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them actually in our view, or when we call up their ideas into our minds by paintings, statues, descriptions, or any the like occasion. We cannot indeed have a single image in the fancy that did not make its first entrance through the sight; but we have the power of retaining, altering and compounding those images, which we have once received, into all the varieties of picture and vision that are most agreeable to the imagination : for by this faculty a man in a dungeon is capable of entertaining himself with scenes and landskips more beautiful than any that can be found in the whole compass of nature.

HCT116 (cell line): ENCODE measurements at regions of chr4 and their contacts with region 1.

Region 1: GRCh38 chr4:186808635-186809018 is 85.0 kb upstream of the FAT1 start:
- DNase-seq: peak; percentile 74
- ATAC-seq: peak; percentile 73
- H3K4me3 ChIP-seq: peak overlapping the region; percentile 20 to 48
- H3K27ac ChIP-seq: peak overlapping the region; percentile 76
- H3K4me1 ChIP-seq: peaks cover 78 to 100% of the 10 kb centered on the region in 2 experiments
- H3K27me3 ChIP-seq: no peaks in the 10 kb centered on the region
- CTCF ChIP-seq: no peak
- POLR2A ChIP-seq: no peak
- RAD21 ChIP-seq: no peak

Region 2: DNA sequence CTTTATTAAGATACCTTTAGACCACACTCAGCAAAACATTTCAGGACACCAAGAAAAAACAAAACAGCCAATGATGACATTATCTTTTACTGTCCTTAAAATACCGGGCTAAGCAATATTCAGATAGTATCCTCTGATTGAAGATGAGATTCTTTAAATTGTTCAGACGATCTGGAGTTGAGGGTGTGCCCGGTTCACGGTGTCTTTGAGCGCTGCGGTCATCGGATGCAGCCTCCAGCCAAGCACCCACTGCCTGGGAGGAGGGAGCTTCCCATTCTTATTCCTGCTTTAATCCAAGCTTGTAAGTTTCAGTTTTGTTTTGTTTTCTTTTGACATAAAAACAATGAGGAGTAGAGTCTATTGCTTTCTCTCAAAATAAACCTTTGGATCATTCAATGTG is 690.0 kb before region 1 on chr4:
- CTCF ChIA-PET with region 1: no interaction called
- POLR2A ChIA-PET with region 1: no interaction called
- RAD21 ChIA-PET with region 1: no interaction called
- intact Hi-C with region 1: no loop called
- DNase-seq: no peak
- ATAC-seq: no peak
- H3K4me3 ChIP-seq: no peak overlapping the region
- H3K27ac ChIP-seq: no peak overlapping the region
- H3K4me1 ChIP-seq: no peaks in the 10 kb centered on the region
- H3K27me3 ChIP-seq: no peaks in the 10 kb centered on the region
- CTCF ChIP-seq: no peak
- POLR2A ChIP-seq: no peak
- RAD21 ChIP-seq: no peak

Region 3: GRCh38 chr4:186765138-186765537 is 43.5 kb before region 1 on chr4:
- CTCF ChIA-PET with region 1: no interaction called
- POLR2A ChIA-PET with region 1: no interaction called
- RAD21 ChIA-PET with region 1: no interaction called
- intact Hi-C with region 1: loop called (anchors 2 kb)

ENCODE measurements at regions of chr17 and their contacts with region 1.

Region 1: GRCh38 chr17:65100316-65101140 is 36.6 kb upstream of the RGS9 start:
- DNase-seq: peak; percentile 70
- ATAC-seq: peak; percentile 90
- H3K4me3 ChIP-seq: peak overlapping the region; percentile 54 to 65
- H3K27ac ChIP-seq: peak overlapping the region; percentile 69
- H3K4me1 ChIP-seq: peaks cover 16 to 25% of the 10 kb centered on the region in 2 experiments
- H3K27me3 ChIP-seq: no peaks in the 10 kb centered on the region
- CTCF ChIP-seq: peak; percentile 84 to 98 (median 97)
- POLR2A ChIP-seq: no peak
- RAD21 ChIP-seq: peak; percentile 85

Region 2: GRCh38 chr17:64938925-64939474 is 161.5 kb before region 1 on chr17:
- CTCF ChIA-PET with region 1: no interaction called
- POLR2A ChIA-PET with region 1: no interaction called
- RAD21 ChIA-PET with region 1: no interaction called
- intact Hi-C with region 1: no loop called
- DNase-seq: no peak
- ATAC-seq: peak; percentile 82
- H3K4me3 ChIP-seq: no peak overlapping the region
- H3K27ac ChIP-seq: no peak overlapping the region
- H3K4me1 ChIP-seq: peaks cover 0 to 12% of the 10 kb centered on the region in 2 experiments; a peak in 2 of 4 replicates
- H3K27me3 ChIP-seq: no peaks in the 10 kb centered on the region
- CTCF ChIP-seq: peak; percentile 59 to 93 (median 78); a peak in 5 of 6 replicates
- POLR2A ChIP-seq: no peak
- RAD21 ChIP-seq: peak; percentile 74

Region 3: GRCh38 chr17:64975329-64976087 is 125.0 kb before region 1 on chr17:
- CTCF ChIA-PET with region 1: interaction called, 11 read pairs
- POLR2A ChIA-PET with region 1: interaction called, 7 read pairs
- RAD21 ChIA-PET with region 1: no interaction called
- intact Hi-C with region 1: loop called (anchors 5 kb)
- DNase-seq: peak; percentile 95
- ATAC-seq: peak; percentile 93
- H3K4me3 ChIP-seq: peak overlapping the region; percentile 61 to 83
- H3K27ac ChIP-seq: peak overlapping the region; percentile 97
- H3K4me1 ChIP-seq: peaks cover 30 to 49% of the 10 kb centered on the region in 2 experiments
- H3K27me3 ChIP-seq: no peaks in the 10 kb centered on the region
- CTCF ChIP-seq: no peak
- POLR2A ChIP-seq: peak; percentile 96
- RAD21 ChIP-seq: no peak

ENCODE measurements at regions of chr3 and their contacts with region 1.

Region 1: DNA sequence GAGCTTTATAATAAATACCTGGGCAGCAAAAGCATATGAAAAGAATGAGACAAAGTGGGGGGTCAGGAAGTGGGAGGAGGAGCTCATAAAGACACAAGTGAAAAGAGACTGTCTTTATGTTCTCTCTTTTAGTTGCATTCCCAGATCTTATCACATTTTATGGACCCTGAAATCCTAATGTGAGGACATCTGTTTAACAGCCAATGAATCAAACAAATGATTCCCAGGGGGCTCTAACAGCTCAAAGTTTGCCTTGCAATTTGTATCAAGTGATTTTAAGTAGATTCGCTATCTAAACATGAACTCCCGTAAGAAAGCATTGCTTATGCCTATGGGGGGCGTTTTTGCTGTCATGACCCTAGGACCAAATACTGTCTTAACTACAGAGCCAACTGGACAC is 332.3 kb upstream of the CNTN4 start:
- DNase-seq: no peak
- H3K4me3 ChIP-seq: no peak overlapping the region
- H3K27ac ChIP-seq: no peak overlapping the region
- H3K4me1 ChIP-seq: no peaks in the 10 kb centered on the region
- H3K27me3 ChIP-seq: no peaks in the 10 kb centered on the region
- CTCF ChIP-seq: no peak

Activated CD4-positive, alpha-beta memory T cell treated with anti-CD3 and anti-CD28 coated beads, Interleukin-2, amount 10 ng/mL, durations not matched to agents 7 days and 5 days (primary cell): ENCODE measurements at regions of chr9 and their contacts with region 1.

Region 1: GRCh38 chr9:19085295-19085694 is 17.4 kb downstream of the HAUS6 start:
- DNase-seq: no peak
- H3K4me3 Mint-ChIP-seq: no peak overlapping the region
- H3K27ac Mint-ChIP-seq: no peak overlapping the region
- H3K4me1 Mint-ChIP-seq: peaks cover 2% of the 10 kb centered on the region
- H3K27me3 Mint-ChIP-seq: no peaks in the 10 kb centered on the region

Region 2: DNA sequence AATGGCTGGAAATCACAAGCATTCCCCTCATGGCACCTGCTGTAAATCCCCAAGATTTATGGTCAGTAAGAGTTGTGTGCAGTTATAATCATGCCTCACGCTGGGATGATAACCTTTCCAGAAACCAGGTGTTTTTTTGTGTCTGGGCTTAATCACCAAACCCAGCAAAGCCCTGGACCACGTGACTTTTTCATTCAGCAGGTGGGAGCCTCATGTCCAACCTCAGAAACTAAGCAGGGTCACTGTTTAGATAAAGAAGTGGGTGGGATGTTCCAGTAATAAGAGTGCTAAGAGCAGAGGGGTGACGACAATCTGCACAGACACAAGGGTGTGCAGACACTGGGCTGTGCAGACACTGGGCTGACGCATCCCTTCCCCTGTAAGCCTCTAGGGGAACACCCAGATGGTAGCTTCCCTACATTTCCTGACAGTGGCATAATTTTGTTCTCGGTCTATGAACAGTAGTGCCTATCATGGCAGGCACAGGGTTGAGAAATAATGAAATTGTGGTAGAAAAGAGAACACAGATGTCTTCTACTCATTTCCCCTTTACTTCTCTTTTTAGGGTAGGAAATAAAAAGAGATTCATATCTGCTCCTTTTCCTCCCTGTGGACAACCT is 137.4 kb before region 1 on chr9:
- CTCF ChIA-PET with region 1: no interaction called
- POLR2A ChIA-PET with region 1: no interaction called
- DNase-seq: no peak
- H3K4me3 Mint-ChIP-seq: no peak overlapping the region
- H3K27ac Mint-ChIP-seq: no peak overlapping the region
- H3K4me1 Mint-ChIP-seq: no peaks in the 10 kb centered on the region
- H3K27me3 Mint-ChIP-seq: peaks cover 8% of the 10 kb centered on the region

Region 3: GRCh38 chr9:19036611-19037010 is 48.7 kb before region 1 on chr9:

There are few words in the English language which are employed in a more loose and uncircumscribed sense thau those of the fancy' and the imagination.' I therefore thought it necessary to fix and determine the notion of these two words, as I intend to make use of them in the thread of my following speculations, that the reader may conceive rightly what is the subject which I proceed upon. I must therefore desire him to remember, that by the pleasures of the imagination ! mean only such pleasures as arise originally from sight, and that I divide these pleasures into two kinds : my design being first of all to discourse of those primary pleasures of the imagination which entirely proceed from such objects as are before our eyes; and in the next place to speak of those secondary pleasures of the imagination which flow from the ideas of visible objects, when the objects are not actually before the eye, but are called up into our memories, or formed into agrecable visions of things that are either absent or fictitious.